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5 Things You Should Know If You Want To Be an RA on Campus

UAlbany students jump and cheer in front of school fountain

If your personality is naturally outgoing, communicative, and engaging, you probably enjoy being around groups of people and being a leader among them. Organizing social outings, responsibilities, and other activities would be no problem for you. So that obviously means that being a Resident Assistant may be a natural fit for you. And, of course, there are benefits to being an RA beyond the person-to-person leadership and engagement.

Applications to be a Resident Assistant for next academic year are usually due as early as the end of fall semester. So if you’ve been thinking about applying to be an RA next year, you’ll have to make a decision fairly soon. This fall, I started my third year as a Resident Assistant at the University at Albany, and the experience has been a great one.

For any RA hopefuls looking for some sound advice, here’s what I have learned from my experience with Residential Life.

  1. RAs are community builders – not police officers!
    Contrary to popular belief, RAs don’t patrol their buildings, sniffing out trouble. Although RAs have an obligation to report policy violations they encounter, it is not their primary responsibility. Instead, RAs are expected to foster community in their residence halls. This includes creating bulletin boards and door tags to make residents feel at home, holding hall meetings and icebreaker activities, planning socials and other programs over the course of the semester, and getting to know each of your residents personally so they feel like they are a part of the community.
  2. Prepare to live life in a fishbowl.
    What does that mean exactly? Well, when you become an RA, suddenly there are infinitely more people who recognize you – residents, friends and family of residents, fellow RAs and other Res Life staff…the list goes on. This means that wherever you go, whether on or off campus, someone is likely to spot you. Think you can do a keg stand at that house party without anyone recognizing you? Think again – a photo of you will be on Facebook within the hour and you’ll be sitting in your Resident Director’s office the following morning. Being an RA means you have to make responsible choices that many of your peers don’t.
  3. Being an RA will open many doors professionally.
    You can start building a network from all of the connections you make with fellow RAs and Res Life staff, directors and supervisors, residents, members of organizations you collaborate with, and more. Additionally, experience as an RA is a very valuable addition to your resume. Being an RA is often synonymous with leadership skills, a strong sense of responsibility, teamwork, organization, and experience mediating conflicts. These skills are important ones to demonstrate when you’re trying to land an internship, win a scholarship, or get into grad school.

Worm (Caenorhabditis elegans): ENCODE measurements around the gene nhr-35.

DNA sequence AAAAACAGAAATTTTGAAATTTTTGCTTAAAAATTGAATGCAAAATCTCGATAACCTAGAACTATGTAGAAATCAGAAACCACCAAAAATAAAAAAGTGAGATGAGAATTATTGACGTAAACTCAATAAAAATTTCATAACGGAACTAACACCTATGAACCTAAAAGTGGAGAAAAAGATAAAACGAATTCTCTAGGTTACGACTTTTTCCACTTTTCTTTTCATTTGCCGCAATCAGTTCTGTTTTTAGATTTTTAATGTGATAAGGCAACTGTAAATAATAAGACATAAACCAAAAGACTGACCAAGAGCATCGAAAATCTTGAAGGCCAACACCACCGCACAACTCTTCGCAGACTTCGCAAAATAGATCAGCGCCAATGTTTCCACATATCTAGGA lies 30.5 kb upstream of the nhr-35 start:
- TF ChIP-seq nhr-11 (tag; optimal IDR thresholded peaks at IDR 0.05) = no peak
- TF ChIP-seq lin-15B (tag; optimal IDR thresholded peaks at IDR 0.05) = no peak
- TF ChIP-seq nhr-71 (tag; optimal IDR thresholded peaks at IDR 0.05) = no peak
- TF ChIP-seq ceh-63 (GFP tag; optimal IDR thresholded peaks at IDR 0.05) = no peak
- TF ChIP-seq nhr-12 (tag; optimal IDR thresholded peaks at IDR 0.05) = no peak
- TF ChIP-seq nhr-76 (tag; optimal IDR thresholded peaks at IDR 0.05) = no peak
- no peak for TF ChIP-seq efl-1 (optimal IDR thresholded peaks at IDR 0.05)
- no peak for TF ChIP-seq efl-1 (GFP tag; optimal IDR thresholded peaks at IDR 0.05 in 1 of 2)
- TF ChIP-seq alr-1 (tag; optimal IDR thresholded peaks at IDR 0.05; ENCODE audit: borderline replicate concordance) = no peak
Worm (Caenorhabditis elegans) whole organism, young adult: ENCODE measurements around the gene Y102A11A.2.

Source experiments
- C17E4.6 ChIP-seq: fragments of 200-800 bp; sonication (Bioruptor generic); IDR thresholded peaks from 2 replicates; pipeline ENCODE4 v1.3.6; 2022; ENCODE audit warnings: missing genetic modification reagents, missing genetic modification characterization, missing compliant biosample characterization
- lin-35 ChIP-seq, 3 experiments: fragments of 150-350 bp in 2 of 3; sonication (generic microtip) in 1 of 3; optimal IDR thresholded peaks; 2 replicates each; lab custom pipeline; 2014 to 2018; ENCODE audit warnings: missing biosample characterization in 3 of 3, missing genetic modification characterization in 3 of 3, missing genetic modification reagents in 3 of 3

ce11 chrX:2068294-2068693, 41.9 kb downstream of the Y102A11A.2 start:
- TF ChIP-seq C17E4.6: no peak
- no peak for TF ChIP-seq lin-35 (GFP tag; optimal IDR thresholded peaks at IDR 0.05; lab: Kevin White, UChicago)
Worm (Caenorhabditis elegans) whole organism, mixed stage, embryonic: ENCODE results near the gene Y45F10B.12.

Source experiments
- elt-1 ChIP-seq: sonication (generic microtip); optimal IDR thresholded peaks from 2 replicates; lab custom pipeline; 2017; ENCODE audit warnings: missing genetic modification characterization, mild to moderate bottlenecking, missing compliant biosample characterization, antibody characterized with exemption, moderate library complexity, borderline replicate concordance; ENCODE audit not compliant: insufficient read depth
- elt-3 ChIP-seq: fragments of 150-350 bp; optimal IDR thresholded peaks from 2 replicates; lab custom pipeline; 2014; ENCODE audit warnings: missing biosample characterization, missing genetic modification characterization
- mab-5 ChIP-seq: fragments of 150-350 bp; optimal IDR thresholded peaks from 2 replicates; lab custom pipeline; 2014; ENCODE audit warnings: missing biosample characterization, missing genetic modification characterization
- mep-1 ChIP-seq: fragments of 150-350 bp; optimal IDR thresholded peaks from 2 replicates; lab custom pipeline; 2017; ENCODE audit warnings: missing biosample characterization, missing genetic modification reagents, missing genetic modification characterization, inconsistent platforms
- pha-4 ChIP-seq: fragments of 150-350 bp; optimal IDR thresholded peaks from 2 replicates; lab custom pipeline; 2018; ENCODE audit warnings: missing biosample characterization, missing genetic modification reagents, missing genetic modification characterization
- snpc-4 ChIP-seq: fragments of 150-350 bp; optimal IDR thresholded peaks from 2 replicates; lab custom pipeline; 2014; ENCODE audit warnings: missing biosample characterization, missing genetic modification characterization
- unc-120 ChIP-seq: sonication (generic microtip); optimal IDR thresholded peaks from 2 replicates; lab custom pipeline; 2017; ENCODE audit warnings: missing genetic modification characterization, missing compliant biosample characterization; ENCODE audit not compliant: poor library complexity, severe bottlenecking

4. It will further your involvement on campus.
    RAs are often some of the most involved students on campus; it’s rare to find one who isn’t a part of multiple organizations, clubs, and events outside of Res Life. As an RA, you will need to know a lot about campus life in order to answer all of the questions your residents might have (and they will have tons of questions). You will become very well-informed about all of the many amazing organizations, events, and opportunities on campus – as a result, you’ll want to participate in everything (and trust me, you will try to). Knowing what your school has to offer will help you find the student groups and activities that you are passionate about and might not have been aware of otherwise. And the best part is that you can share the knowledge with all of your residents, too!
  5. It will be one of the most rewarding experiences of your life.
    I’ll be honest: not every single one of your residents is going to welcome you into his or her life with open arms. If you have freshman or international residents, you might not have to work as hard to convince them that you are a useful resource. However, it can be an uphill battle sometimes, especially with upperclassmen who often want nothing to do with their RAs. Despite this challenge, there is nothing more rewarding than realizing you’ve impacted someone’s life for the better. If, for every 20 residents who disregard your help, there’s one whose college experience was improved because of you, then you’ll know your effort has been worth it.
Serah Shahar

Written by Serah Shahar

Serah was a social media intern in the SUNY Office of New Media, having graduated from the University at Albany with Business Administration degree with concentrations in marketing and finance and minors in economics and communications.

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